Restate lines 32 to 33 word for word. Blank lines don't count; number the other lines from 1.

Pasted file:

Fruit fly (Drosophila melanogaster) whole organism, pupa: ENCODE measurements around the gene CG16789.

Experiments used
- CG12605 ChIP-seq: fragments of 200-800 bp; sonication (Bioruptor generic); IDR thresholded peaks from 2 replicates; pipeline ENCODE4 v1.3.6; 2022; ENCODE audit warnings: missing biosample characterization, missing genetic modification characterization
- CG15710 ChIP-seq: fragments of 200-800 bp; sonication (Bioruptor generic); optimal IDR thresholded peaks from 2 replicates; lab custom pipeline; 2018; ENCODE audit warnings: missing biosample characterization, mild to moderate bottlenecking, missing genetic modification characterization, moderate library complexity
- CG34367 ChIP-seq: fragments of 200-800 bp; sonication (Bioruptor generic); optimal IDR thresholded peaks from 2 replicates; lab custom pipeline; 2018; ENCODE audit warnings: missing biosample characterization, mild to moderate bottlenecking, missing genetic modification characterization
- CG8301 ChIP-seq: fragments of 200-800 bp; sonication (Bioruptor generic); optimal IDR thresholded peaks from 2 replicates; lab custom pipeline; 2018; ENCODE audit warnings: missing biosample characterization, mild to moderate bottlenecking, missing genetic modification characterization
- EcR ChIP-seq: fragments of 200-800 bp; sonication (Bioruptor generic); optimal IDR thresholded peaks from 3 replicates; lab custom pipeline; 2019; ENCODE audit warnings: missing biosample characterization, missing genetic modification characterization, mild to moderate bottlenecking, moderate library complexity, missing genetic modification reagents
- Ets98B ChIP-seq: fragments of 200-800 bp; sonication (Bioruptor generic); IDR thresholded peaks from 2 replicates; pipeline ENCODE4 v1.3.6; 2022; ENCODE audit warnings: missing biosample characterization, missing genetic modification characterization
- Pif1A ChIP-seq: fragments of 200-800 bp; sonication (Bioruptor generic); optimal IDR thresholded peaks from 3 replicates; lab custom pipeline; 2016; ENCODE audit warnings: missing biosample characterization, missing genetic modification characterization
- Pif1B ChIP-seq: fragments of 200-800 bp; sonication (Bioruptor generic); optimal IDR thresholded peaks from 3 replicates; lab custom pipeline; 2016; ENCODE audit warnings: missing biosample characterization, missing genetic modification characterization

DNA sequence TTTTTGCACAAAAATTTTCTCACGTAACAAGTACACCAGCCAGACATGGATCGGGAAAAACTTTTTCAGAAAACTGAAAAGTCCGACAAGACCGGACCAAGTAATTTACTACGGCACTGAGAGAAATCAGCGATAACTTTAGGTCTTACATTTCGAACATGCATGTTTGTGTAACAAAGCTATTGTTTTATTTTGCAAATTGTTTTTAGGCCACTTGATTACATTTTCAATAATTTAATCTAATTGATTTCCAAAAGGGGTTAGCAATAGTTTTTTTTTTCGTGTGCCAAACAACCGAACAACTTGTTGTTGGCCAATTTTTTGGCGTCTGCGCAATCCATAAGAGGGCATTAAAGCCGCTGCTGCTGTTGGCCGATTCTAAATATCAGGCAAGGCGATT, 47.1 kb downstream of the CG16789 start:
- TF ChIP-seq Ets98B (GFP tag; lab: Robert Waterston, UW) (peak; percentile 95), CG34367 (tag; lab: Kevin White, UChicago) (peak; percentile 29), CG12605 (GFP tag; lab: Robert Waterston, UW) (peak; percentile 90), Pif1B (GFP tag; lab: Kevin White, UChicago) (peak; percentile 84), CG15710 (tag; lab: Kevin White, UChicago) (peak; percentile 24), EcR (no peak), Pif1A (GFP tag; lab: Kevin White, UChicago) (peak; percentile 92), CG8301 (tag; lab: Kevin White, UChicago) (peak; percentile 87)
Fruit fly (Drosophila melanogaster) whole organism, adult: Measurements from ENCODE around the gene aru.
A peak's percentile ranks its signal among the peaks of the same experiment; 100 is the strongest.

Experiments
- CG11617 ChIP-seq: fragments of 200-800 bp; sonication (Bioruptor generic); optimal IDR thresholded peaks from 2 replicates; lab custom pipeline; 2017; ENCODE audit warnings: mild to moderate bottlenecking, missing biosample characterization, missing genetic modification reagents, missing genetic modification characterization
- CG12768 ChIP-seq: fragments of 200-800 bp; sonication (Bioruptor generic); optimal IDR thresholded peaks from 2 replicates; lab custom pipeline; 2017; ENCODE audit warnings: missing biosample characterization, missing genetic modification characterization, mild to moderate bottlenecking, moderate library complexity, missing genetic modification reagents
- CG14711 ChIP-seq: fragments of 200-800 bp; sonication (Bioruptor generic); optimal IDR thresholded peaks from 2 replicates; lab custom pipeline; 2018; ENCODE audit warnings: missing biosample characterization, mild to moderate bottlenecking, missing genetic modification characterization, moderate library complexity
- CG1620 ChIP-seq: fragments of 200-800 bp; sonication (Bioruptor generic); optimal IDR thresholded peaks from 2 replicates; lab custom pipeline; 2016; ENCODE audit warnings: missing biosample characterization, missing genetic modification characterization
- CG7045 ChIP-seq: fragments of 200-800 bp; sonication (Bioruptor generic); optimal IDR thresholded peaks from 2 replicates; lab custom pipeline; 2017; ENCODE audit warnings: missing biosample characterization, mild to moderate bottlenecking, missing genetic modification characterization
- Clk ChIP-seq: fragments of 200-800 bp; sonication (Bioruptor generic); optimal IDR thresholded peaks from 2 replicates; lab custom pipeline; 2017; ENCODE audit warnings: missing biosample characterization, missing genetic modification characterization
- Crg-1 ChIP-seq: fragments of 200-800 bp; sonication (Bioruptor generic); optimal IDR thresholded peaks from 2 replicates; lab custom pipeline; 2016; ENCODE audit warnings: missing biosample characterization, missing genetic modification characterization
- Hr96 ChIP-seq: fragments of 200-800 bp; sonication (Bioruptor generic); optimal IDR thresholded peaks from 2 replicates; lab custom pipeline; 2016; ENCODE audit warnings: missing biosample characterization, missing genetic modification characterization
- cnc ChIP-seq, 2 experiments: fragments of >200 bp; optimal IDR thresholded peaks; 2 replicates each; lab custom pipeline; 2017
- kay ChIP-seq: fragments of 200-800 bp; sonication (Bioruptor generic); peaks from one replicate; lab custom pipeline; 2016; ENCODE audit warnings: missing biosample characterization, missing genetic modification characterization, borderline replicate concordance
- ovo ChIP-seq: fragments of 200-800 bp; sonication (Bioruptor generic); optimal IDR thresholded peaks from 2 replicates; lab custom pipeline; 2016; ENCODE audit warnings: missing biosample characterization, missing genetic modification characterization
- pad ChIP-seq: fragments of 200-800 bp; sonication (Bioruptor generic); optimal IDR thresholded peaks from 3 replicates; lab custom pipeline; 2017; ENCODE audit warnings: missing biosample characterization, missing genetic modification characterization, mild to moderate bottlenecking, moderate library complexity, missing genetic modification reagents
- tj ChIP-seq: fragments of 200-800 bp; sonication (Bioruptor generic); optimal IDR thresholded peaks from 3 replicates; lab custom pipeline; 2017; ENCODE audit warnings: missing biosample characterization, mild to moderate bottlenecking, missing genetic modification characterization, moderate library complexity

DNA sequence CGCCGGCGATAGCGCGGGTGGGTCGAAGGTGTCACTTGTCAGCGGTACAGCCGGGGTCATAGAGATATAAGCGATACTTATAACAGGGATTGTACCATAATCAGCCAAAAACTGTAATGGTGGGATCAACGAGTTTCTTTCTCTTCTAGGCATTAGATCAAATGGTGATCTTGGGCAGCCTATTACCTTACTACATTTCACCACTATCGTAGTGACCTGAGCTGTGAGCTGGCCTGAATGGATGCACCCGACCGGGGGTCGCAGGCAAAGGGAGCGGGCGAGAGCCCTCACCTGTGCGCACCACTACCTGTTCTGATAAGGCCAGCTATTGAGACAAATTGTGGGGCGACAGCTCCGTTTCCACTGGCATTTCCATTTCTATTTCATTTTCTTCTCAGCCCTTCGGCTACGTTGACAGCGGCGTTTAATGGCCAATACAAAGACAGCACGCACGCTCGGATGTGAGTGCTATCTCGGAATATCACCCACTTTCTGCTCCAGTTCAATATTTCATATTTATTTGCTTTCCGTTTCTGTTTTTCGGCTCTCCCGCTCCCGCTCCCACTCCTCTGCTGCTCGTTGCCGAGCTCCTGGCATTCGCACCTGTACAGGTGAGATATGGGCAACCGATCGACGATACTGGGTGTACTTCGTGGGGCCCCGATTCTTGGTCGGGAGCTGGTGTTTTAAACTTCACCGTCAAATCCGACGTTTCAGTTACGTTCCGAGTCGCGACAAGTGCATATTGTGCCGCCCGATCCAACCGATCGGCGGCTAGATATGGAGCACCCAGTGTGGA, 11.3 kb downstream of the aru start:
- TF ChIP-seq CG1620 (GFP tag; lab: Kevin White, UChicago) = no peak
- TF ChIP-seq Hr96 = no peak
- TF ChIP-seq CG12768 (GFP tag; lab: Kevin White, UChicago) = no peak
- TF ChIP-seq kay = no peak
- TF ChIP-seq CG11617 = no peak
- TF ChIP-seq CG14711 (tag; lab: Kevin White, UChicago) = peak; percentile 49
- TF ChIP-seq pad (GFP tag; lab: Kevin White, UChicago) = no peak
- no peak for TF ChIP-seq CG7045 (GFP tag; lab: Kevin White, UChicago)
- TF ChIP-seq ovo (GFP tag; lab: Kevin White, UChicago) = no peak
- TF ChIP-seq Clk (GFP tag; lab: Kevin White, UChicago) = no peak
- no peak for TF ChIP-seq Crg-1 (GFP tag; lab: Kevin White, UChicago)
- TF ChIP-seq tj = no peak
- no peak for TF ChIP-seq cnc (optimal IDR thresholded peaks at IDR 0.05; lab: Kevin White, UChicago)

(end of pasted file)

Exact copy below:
- TF ChIP-seq CG12768 (GFP tag; lab: Kevin White, UChicago) = no peak
- TF ChIP-seq kay = no peak